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              1. True, the tolerance for crazy homeless people was much higher there. We had nicknames for all the regulars. Students would bring this guy named Cool Breeze in for lunch at least a couple times a week at the restaurant where I worked. I wasn’t in a position to observe the relative integration of the neighborhoods. By the time I was there, large parts of town were becoming standard big-box-franchise zones, indistinguishable from stripmallvilles in any other place in the US. It was still a little funky but in all the wrong ways– I was getting the first whiffs of what would become Woke-ism there back in 2000: i.e. encouraging anybody who felt the least bit out-of-sync to find some label to slap on that feeling, call it oppression, and demand accommodations for it.

                What I’ve heard from there since… the old student ghetto (i.e. affordable rental houses) became a huge block of highrise apartments, and rents now resemble those in Boston. They fell hard for the lockdowns and virtue-signaling pandemic hygiene theater– they were one of the first municipalities to get slapped down by the state for trying to enforce mandates on employees, along with Tallahassee. They want to be a blue-state big city soooo bad.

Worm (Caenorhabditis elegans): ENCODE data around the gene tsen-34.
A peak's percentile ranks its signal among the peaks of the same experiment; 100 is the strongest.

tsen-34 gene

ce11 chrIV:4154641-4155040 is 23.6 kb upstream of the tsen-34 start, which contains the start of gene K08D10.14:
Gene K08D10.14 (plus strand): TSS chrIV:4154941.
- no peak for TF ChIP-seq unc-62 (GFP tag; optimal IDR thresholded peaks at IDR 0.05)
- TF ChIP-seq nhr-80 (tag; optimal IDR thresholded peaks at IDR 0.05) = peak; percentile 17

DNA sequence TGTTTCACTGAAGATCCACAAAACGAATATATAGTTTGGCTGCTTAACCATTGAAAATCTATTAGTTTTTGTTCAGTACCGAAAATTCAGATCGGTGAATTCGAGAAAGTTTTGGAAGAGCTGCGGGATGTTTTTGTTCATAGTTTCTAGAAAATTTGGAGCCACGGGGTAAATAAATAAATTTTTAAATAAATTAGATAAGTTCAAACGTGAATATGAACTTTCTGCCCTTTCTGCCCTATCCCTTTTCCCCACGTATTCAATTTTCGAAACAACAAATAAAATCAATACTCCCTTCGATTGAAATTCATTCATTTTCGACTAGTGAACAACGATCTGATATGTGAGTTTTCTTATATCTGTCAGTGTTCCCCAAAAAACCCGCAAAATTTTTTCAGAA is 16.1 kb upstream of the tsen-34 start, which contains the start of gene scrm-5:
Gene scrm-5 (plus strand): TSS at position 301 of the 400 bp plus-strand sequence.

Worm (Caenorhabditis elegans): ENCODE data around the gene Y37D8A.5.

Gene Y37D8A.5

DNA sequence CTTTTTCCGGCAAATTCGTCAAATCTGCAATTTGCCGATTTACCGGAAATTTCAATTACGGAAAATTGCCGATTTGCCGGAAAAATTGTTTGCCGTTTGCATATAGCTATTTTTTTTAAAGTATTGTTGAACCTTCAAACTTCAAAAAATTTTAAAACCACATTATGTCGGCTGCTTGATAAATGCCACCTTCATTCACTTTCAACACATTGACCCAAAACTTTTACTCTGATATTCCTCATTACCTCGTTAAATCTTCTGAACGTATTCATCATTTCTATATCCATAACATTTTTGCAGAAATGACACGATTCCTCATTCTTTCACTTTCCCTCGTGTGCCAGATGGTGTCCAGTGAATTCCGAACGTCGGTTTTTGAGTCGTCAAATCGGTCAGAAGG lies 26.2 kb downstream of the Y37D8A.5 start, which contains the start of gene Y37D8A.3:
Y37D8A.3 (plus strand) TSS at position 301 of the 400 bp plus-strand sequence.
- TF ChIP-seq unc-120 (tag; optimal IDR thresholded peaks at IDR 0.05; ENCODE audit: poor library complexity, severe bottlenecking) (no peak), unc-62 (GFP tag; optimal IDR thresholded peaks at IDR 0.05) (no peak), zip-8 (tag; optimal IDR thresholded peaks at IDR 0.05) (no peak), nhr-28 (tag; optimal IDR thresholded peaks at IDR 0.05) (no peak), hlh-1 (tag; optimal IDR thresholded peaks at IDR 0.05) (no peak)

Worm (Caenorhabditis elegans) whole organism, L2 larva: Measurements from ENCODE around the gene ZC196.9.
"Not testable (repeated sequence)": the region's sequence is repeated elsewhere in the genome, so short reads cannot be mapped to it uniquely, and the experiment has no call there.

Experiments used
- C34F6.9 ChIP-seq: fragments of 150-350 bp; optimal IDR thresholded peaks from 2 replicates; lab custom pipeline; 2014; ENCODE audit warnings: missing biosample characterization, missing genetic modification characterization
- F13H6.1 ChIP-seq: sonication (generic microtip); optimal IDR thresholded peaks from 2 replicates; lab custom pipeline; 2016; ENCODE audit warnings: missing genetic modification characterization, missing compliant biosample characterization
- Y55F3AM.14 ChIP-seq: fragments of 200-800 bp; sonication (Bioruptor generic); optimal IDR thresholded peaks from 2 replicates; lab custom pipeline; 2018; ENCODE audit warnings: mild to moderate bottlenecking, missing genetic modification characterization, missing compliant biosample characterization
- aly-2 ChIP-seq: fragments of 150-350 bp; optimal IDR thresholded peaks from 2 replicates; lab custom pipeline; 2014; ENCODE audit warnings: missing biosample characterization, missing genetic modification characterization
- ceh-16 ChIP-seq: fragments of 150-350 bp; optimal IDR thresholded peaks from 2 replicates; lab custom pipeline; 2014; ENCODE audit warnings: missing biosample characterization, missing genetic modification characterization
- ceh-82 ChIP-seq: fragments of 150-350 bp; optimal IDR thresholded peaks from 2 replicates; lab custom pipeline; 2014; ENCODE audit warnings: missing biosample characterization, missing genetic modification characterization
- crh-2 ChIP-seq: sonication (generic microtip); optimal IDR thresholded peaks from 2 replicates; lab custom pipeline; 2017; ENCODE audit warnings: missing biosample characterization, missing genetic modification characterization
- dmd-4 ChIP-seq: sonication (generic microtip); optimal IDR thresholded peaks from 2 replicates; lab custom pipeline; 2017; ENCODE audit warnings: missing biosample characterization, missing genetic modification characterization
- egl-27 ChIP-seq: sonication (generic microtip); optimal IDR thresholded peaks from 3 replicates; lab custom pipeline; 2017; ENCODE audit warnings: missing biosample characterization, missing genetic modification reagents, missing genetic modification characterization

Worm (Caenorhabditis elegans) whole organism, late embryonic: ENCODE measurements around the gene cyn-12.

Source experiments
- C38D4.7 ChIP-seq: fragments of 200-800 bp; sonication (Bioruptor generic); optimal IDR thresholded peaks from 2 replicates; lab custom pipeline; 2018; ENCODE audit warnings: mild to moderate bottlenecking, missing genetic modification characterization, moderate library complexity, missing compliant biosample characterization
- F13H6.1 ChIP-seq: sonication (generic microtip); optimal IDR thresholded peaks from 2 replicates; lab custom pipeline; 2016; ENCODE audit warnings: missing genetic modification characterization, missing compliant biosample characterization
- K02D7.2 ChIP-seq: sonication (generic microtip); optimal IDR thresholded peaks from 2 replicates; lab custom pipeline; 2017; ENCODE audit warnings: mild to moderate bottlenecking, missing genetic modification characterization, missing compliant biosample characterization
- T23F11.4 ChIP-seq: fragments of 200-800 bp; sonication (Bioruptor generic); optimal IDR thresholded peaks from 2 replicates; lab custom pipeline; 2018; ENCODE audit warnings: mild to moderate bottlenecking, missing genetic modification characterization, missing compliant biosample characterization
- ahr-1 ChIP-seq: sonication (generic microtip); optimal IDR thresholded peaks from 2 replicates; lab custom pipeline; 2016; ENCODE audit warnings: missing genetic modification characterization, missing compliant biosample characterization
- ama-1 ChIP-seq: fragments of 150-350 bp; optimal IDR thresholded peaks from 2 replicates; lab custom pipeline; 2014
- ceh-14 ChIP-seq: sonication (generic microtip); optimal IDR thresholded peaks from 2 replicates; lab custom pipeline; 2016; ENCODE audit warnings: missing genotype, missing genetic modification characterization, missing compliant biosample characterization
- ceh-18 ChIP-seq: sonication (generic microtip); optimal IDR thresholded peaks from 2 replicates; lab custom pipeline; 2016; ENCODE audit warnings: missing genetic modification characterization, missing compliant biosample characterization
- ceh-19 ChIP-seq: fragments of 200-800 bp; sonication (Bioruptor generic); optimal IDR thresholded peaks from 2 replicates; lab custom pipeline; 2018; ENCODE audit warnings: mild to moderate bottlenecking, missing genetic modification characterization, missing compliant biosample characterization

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  2. “tolerance for crazy homeless people was much higher there”

    Not so many homeless when I was there (it was starting to become a bit more noticeable in the time I was leaving).

    There was one homeless guy who was also a musician (gossip was that he’d written a famous song in the 1960s…). I was at an alternative type venue once when he sat down at a piano and had everyone captivated for 20 or so minutes. Then he shuffled off back to the street.

    Plans to gentrify the student ghetto were being unveiled but thankfully I was long gone by the time it happened.